The CMA's self-censorship isn't quite so capricious -- I think. But the result is sometimes comical.  Now, since I don't have access to the unredacted document I can't actually determine if they are absurd, but one can certainly imagine it.

Sometimes material is censored where material in the public domain would seem to fit. It is widely known that for military classification of information the existence of public information does not remove proscription of trusted individuals discussing the same information if received as classified documents.  But such a rule would seem silly for a public agency.  It is more likely an abundance of caution.  I know that I have sometimes spent extensive time googling information to verify that what I may have learned under CDA is also available publicly; if I can't prove it then the item is struck.

 For example, in discussing possible new entrants Genapsys is mentioned:
"short read sequencer which they hope to launch in 2019" would fit neatly in the redaction.  That's been discussed by me and by sources such as GenomeWeb

Similarly, in a section exploring ONT's competitive relationship to the companies it seems plausible that someone got a little aggressive in snipping: "a PacBio" would fit neatly in the first redaction to form "at times considered a PacBio competitor"

Note the 6 redacted examples.  This is neither unusual nor the most extreme; here's one with 9 -- and each has a redacted footnote!

In one case I know what was redacted, as the unredacted information leaves a direct clue.  In Table 1 comparing sequencing costs, for some perverse reason one of the Illumina sequencers had its name redacted.  But the instrument is said to generate 8 million reads per flowcell, which identifies this as MiSeq with v2 chemistry.  It is curious, given the competitive analysis performed, that the iSeq was included but not the NextSeq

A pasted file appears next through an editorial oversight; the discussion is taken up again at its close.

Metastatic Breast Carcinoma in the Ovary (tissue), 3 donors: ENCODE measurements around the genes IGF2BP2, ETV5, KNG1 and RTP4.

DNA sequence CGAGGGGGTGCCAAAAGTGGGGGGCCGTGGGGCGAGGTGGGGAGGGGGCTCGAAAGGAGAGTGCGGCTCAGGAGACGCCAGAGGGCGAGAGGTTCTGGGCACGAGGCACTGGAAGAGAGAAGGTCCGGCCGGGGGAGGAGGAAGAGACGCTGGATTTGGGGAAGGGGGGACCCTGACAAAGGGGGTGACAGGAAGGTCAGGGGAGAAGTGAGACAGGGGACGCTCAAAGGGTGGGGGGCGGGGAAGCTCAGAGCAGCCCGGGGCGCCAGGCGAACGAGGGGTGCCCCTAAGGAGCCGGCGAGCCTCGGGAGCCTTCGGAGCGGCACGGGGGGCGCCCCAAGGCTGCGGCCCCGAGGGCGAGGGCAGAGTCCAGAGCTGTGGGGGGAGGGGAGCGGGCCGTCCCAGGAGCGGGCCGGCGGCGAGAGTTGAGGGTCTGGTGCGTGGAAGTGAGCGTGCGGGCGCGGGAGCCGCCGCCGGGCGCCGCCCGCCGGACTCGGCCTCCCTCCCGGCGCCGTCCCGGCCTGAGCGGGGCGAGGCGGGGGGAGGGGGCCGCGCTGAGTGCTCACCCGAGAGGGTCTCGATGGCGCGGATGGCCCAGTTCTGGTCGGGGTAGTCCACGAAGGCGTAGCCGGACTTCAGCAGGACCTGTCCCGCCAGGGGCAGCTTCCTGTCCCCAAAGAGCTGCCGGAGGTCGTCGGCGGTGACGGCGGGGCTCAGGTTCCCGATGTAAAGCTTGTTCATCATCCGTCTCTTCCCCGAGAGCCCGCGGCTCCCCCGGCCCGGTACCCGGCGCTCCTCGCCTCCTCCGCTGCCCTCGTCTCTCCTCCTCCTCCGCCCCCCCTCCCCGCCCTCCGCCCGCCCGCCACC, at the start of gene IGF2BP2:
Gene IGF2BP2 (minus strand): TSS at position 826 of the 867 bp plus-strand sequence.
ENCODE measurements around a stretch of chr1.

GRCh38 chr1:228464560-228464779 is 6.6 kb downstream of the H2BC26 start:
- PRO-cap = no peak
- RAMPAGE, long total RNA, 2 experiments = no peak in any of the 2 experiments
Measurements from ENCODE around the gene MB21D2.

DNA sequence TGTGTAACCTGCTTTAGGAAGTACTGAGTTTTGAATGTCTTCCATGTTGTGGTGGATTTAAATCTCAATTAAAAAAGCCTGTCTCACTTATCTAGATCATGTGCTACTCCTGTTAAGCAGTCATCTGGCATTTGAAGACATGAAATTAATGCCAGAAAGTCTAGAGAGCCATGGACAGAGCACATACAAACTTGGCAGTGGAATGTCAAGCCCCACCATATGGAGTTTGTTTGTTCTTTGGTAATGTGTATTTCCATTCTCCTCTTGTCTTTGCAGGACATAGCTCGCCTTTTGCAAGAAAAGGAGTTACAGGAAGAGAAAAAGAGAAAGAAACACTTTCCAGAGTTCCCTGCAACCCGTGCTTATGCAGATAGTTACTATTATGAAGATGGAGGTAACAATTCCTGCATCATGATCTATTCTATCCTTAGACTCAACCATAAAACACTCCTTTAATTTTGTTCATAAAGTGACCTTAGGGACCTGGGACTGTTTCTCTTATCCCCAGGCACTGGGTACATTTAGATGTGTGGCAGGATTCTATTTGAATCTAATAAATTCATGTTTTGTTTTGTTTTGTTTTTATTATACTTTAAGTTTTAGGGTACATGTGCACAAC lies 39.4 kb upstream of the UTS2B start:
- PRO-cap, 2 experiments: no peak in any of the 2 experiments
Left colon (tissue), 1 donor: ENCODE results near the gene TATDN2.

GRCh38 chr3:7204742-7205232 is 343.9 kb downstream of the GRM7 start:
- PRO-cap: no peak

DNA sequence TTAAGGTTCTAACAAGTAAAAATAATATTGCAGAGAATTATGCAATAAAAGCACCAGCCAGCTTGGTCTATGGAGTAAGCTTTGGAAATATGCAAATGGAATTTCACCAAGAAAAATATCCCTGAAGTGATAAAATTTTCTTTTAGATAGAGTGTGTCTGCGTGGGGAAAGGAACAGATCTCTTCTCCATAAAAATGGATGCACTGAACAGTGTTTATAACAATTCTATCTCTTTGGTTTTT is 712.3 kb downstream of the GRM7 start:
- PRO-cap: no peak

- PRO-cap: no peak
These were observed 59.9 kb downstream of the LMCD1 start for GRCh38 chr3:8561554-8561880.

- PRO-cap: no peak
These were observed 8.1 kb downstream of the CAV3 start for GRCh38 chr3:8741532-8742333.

The redaction in the footnotes of a note on the PacBio is curious also; since it is on the Read Length given as 10,000 bases, it is almost certainly a note that this represents a mean or N50 for the purposes of the table.

And so it goes.  Most maddening is when entire conclusions are excised, such as in this case:

did this go "...suggest PacBio cannot survive without the merger"?  

Or in this related case, where the possibilities for 133 are enormous.  Should we pencil in "is unclear if and when PacBio will face a serious cash crunch absent the Transaction"?    Or the somewhat more innocuous "is unclear if and when PacBio will be able to find an alternative partner absent the Transaction"?

Or how is this for tantalizing: a promise to discuss something further later in the document, but what something that is has been redacted: